In 2007, my family moved to Sycamore, Illinois. I had just taken a faculty position at Northern Illinois University and was starting my new career as a professor. As a lifelong soccer player, we decided to get my daughters involved with the local league. I coached both of my kids. One was in an under 8 league and the other was under 10. While I had experience coaching high school athletes, coaching kids was different.
My favorite story from that time was with my daughter’s U8 team. We were in the middle of a game and we had the ball at the opponent’s end of the field. The other team got the ball and started down the field. Our last player back, a six year old girl, was nowhere to be seen. The ball had been away for too long. She was running toward the woods next to the field chasing butterflies. Do you want to why? She liked butterflies. And, she was six. A six year old has a short attention span.
So, why this story? In the testing environment we have created, we expect children that are 8 or 9 years old to be able to pay attention to a 40-80 minute test on a computer. And that is just one day. Testing can take three days with multiple tests on the same day.
According to Edutopia, the average child can concentrate on a task for 2-5 minutes per year of age. To make the math easy, let’s look at a ten year old. That would be 20-50 minutes. Not even close to an 80 minute test.
Now, I am sure you are saying that you have seen your child play with toys for hours or watch TV for an eternity. That is true. But, that is something that is being chosen and enjoyed. Not a test.
Our current testing system has children as young as 7 or 8 sitting for multiple testing days with tests that last up to 80 minutes. In addition, these are done on computers. Not every child has a computer or the ability to use one. For children in the 3rd grade, this test is of utmost importance. If students fail the language arts portion of the test, they are retained. According to the National Association of School Psychologists (from the Center for Development and Learning), retention at a young age is associated with high school dropout (2-11 times more likely), a significantly decreased likelihood of any post-secondary education, and lower educational and employment status in later life.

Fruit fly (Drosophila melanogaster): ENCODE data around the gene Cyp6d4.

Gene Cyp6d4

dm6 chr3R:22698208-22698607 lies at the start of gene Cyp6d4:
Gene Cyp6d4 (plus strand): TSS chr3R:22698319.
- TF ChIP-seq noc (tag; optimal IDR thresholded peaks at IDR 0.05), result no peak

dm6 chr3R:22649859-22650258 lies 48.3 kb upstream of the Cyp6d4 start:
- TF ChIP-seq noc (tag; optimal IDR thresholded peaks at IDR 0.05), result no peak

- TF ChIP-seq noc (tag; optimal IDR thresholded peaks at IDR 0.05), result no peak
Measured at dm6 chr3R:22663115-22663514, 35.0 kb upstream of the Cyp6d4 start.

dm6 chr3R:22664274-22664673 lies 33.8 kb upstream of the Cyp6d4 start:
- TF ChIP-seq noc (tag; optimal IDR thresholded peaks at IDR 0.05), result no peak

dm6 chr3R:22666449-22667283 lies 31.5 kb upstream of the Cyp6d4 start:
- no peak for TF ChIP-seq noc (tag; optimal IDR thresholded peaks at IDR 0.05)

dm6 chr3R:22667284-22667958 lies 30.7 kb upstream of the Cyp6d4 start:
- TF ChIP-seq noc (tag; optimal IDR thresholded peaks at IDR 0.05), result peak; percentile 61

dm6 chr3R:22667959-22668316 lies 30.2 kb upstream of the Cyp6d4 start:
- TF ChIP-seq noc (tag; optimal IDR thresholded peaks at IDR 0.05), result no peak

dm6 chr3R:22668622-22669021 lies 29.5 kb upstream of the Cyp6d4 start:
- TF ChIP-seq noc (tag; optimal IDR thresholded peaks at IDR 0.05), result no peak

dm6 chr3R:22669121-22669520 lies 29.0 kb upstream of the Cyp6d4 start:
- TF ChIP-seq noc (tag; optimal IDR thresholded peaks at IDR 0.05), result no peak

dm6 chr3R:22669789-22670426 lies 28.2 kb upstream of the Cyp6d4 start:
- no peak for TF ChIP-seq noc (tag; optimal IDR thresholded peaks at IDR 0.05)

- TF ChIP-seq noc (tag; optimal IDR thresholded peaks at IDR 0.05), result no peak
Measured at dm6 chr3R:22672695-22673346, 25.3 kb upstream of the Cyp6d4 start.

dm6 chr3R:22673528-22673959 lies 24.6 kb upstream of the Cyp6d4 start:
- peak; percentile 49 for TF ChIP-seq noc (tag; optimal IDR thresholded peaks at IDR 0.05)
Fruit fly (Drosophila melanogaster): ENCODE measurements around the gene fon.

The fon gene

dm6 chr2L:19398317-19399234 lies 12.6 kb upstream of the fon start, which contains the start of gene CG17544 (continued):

In a study in the 1980s, it was found that retention was only behind losing a parent and going blind. In a repeat of the study in 2001, it moved ahead of both. Students that are retained have lower self-esteem, poorer attendance, and many other issues (http://www.cdl.org/articles/grade-retention-achievement-and-mental-health-outcomes/).
The point is that we have created a school system that doesn’t take into account the developmental level of the child. We don’t take into account the deleterious effects of testing. We don’t think about the reductionist view of education that only focuses on what is measureable. And it is damaging our education system.
Our schools are filled with wonderful teachers with wonderful ideas. There are fascinating things to learn in literature, science, history, math, music, art, and physical education. There are inspiring educators that are handcuffed by standards that could be creating learning environments that not only educate, but push our children to greatness.
We need to rethink what we are doing in schools. This assessment culture is diminishing us. It is diminishing our children. It is diminishing our world. When I think about children…when I think about my children when they were young, I don’t want to picture them sitting at a computer panicked, stressed, and unhappy. I want to picture them chasing butterflies.
Please vote for Andrew Kemp for the Columbia County, Georgia, School Board—District 3. Visit http://andrewtkemp.com/ for more information.
With the exception of a year, I have been a teacher or a student for my entire life. I have taught on many different levels. I have been a middle school teacher (okay, for one semester for student teaching...because of this, I have a profound respect for middle school teachers), high school, undergraduates and graduate students. I have coached soccer in youth leagues and high school. Education is in my blood.